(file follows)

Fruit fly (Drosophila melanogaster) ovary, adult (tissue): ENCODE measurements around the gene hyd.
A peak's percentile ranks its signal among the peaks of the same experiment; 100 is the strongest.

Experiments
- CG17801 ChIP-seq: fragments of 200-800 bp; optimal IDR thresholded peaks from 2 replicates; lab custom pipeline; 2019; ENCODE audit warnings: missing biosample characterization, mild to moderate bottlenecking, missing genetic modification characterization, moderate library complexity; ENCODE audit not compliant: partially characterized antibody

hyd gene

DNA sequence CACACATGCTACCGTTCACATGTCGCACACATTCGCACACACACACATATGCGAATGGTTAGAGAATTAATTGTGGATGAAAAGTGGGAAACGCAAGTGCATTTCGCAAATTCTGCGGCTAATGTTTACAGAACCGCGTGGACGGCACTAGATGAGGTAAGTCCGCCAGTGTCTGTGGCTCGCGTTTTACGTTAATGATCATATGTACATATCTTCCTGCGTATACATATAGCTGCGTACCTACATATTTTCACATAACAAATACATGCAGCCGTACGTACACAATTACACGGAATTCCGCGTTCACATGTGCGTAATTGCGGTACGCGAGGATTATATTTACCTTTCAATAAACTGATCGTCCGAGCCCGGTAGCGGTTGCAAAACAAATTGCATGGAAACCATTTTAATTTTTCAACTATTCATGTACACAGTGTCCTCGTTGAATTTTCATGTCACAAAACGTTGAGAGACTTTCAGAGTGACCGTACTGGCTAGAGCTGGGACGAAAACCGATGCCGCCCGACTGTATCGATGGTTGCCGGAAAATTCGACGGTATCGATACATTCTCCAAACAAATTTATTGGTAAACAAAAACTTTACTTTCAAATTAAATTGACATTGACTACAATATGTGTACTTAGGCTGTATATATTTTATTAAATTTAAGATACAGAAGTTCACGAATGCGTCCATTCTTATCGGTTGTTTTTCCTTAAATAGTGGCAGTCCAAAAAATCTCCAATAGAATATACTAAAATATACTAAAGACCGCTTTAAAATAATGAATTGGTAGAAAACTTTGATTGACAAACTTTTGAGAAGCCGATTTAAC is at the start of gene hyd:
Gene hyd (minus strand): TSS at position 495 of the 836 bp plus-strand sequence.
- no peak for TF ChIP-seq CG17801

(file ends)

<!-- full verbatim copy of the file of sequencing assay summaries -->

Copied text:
Fruit fly (Drosophila melanogaster) ovary, adult (tissue): ENCODE measurements around the gene hyd.
A peak's percentile ranks its signal among the peaks of the same experiment; 100 is the strongest.

Experiments
- CG17801 ChIP-seq: fragments of 200-800 bp; optimal IDR thresholded peaks from 2 replicates; lab custom pipeline; 2019; ENCODE audit warnings: missing biosample characterization, mild to moderate bottlenecking, missing genetic modification characterization, moderate library complexity; ENCODE audit not compliant: partially characterized antibody

hyd gene

DNA sequence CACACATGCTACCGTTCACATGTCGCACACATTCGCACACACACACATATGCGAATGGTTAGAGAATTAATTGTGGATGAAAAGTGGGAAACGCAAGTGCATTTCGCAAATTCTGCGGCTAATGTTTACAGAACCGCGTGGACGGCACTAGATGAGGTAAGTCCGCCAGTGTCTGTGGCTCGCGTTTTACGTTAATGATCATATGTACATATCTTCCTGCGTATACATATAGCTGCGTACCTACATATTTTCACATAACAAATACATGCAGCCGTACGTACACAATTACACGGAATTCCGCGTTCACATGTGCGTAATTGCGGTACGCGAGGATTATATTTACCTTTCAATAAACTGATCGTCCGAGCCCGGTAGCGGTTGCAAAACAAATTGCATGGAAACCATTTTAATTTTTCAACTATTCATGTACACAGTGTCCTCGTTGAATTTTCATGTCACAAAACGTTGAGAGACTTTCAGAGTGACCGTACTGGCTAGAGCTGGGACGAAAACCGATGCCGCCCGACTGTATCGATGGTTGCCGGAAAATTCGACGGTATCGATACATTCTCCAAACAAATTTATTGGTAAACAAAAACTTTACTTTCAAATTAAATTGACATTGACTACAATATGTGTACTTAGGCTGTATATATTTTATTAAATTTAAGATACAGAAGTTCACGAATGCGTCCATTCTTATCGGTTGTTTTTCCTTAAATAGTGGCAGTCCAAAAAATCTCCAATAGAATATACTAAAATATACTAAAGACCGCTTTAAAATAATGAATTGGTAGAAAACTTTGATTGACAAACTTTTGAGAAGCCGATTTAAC is at the start of gene hyd:
Gene hyd (minus strand): TSS at position 495 of the 836 bp plus-strand sequence.
- no peak for TF ChIP-seq CG17801